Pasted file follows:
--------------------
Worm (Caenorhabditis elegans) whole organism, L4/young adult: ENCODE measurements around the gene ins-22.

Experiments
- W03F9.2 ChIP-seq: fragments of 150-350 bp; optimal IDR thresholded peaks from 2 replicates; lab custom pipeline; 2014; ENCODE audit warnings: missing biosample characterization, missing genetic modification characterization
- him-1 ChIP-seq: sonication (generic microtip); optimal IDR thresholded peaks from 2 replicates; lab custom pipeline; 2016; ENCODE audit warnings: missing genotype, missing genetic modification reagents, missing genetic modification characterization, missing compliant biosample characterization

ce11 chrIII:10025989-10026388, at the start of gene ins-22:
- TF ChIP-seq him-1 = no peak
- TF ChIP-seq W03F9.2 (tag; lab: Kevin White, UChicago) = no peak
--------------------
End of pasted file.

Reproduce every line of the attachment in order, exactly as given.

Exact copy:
Worm (Caenorhabditis elegans) whole organism, L4/young adult: ENCODE measurements around the gene ins-22.

Experiments
- W03F9.2 ChIP-seq: fragments of 150-350 bp; optimal IDR thresholded peaks from 2 replicates; lab custom pipeline; 2014; ENCODE audit warnings: missing biosample characterization, missing genetic modification characterization
- him-1 ChIP-seq: sonication (generic microtip); optimal IDR thresholded peaks from 2 replicates; lab custom pipeline; 2016; ENCODE audit warnings: missing genotype, missing genetic modification reagents, missing genetic modification characterization, missing compliant biosample characterization

ce11 chrIII:10025989-10026388, at the start of gene ins-22:
- TF ChIP-seq him-1 = no peak
- TF ChIP-seq W03F9.2 (tag; lab: Kevin White, UChicago) = no peak